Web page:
Rosy Life

International Premiere | Out Of Competition | PART 2 - A/B side VIBES. Greatest Hits from ‘80s & ‘90s


Guest star:
KIM Hong-joon, director


One of the strengths of cinema is its ability to give us new perspectives on places, people and events. Film is a kind of window to look onto the world from unexpected new angles.
So perhaps the best way to begin talking about Rosy Life is to explain why its setting and perspective is so unusual.

To begin with, the time period. The story is set between April and May of 1987, a key year in contemporary Korean history. At the beginning of the film, we see a news broadcast in which authoritarian president Chun Doo-hwan announces that he will not accept public calls for a constitutional amendment and direct presidential elections. But two months later, massive street demonstrations against the government would force him to give in to those very demands. The spring of 1987 was a moment in time when the people’s frustrations were about to boil over and transform society. Yet 1987 would ultimately go down as only a half-victory, as former general Roh Tae-woo was elected president at the end of the year, and much of the status quo was preserved. Thus this film, shot in 1994 as South Korea was making slow, unsteady progress towards democracy, looks back on 1987 with mixed emotions.

Next, the location. Rosy Life takes place in the district of Garibong-dong in Seoul. Home to many factories and lower-class laborers, the district was known as a hotbed of the labor movement, but also a rough part of town, that middle-class citizens would avoid if possible. More specifically, the central location of this story is a manhwa-bang (“comics room”) where customers could pay a small fee to spend hours on sofas reading comics, watching videos on TV, eating instant noodles or sleeping. This particular manhwa-bang stays open all night, meaning that customers can stay until 7am for a small additional fee. Cheaper than a motel or a sauna, this was a space where people with little cash and nowhere to go could pass the night quietly. Thus the characters who populate the ironically-titled Rosy Life (i.e. “La vie en rose”) occupy the lowest rungs of this unstable society. For most Koreans, the year 1987 recalls images of protesting university students, but this movie reframes that period from the perspective of those ignored, ostracized or left behind by the rest of society.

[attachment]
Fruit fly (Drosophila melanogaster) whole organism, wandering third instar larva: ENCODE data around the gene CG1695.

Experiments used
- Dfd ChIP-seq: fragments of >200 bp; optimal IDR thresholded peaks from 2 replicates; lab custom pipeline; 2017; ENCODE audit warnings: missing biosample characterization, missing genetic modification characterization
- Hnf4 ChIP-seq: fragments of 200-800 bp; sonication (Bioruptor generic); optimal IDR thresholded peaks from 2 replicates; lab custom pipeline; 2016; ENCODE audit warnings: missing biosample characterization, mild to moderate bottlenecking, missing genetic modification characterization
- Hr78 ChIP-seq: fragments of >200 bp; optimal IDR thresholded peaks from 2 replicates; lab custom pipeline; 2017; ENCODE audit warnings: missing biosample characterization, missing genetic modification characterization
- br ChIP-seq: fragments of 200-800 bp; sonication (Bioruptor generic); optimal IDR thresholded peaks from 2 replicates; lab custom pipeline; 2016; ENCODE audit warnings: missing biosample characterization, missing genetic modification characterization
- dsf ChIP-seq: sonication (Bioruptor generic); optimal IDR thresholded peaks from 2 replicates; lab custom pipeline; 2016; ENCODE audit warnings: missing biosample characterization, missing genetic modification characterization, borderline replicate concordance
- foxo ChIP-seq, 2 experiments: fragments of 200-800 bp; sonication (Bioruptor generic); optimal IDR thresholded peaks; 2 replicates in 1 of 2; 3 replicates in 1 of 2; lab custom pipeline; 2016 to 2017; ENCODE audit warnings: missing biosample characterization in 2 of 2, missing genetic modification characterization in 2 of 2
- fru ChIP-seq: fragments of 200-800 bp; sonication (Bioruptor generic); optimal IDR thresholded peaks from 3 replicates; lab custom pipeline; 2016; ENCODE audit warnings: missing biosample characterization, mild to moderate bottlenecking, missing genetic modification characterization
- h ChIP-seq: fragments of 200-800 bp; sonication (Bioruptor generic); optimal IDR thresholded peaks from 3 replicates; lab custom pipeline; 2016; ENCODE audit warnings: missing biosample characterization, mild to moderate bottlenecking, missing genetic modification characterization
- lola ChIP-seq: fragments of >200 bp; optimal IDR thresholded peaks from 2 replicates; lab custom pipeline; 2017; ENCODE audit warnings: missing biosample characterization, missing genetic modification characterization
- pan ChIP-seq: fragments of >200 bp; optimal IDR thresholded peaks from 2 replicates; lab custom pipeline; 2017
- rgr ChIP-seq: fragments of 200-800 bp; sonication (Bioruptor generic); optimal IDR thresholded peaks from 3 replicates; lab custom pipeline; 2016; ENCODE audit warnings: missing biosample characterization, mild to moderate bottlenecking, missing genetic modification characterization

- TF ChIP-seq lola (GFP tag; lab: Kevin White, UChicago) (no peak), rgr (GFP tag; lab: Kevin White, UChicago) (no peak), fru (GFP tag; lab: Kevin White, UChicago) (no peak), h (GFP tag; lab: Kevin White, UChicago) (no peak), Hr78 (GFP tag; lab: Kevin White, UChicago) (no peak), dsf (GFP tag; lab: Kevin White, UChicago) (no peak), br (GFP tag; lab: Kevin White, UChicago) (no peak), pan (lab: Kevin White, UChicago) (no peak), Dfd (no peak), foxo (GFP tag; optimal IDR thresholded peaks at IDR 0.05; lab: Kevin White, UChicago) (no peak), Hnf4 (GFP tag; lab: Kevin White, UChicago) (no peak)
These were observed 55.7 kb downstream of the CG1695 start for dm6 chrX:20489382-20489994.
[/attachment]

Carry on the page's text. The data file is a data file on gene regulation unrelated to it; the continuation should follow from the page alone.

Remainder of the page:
Those characters include Dong-pal, a young gang member who has gotten himself into trouble; Ki-young, a labor activist hiding from the police; and Yu-jin, a struggling would-be novelist who is falling in love with a bar girl. These three men all frequent the manhwa-bang which is run by a woman we only know as Madame, but whose hardedged demeanor suggest someone who has not had it easy in life. She is played by Choi Myoung-gil (The Lovers of Woomook-baemi), a much-loved actress in what would turn out to be her final film role. Her performance here won her a Best Actress award from the 16th Nantes Festival des 3 Continents.

The directorial debut of Kim Hong-Joon, who would go on to wear many hats in the film industry including his current position as head of the Korean Film Archive, Rosy Life excels particularly in its keen observation of everyday details. The screenplay by Yook Sang-hyo (who later became a director himself, making six features to date including He’s on Duty) devotes time to each character in turn, helping us to see the motivations and fears that lie beneath the surface. One unfortunate aspect of this story is the way it handles the aftermath of a particularly disturbing rape scene – in this sense, the film shows its age, and director Kim has said that this is the part of the film he wishes he could change. But the film’s artistry and its unique portrayal of this important time period has secured its place in Korean film history.

Darcy Paquet
Film director: KIM Hong-jun
Year: 1994
Running time: 94'
Country: South Korea
01/05 - 5:55 PM
Visionario, Via Asquini 33
01-05-2024 17:55 01-05-2024 19:29Europe/Rome Rosy Life Far East Film Festival Visionario, Via Asquini 33CEC Udine
Online in Italy until the end of the Festival